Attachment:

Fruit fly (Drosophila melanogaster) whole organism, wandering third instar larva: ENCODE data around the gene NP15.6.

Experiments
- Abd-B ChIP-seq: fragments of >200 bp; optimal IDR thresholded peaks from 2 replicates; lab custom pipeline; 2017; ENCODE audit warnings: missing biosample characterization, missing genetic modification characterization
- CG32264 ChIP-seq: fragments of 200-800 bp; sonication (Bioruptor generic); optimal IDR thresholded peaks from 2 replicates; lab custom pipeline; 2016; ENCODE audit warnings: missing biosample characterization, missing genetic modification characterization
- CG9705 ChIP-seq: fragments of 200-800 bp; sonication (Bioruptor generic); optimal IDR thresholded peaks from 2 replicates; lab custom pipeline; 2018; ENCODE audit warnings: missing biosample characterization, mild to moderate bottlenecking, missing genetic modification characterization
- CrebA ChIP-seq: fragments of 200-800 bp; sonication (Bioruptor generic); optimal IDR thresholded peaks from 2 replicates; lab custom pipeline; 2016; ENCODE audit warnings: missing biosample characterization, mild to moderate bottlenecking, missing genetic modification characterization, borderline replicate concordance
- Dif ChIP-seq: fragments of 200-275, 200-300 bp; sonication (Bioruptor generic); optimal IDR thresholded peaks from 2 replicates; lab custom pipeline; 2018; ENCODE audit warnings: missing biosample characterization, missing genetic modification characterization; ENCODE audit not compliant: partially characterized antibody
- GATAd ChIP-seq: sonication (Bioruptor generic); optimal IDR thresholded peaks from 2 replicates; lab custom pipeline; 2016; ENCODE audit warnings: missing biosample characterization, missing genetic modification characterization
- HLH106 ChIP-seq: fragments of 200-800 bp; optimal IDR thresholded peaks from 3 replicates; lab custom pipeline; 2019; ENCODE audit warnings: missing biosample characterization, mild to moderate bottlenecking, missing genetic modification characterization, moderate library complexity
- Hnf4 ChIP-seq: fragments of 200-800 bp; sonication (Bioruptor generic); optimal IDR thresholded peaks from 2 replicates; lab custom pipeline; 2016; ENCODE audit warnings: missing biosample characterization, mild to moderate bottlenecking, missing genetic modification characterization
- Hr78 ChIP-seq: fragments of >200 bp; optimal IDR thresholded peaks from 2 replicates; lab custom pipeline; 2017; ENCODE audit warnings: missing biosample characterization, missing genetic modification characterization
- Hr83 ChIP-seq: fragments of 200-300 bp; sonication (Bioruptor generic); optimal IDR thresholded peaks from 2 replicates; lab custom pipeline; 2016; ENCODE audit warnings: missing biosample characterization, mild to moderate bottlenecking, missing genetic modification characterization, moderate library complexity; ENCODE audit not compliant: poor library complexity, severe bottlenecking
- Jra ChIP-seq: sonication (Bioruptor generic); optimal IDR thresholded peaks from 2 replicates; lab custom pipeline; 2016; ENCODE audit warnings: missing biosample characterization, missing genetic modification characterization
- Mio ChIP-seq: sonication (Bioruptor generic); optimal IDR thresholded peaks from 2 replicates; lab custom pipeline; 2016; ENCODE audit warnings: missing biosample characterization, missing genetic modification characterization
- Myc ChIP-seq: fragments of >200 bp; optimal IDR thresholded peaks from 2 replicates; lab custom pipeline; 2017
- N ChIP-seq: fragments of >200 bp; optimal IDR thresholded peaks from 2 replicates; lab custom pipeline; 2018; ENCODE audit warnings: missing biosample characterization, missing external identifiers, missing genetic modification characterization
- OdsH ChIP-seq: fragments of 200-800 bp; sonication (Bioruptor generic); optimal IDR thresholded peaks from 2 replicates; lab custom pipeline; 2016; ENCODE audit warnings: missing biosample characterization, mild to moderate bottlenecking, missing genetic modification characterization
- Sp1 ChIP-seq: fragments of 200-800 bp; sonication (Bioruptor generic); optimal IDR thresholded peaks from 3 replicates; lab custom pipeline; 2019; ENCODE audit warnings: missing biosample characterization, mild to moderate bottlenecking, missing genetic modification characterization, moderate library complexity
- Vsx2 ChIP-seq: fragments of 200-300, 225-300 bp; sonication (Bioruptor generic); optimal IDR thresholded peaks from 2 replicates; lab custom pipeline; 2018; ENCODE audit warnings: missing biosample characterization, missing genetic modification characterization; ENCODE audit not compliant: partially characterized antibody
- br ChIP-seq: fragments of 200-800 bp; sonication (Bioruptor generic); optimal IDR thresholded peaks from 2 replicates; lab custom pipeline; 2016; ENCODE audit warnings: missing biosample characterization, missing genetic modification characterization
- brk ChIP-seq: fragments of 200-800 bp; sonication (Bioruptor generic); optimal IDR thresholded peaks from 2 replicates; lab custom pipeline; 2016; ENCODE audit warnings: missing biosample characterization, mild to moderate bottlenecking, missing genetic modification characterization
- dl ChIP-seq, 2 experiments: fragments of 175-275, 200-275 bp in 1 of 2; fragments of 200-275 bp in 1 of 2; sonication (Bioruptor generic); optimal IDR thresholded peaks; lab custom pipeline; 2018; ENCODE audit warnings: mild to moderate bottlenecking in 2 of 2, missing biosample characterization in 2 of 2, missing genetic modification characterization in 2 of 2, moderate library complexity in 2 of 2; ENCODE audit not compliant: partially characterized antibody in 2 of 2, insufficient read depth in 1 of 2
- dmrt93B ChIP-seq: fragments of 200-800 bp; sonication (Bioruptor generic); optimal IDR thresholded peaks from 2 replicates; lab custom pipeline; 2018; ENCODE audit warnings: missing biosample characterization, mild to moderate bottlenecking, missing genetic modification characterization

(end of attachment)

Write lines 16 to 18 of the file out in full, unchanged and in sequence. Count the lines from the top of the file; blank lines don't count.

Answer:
- N ChIP-seq: fragments of >200 bp; optimal IDR thresholded peaks from 2 replicates; lab custom pipeline; 2018; ENCODE audit warnings: missing biosample characterization, missing external identifiers, missing genetic modification characterization
- OdsH ChIP-seq: fragments of 200-800 bp; sonication (Bioruptor generic); optimal IDR thresholded peaks from 2 replicates; lab custom pipeline; 2016; ENCODE audit warnings: missing biosample characterization, mild to moderate bottlenecking, missing genetic modification characterization
- Sp1 ChIP-seq: fragments of 200-800 bp; sonication (Bioruptor generic); optimal IDR thresholded peaks from 3 replicates; lab custom pipeline; 2019; ENCODE audit warnings: missing biosample characterization, mild to moderate bottlenecking, missing genetic modification characterization, moderate library complexity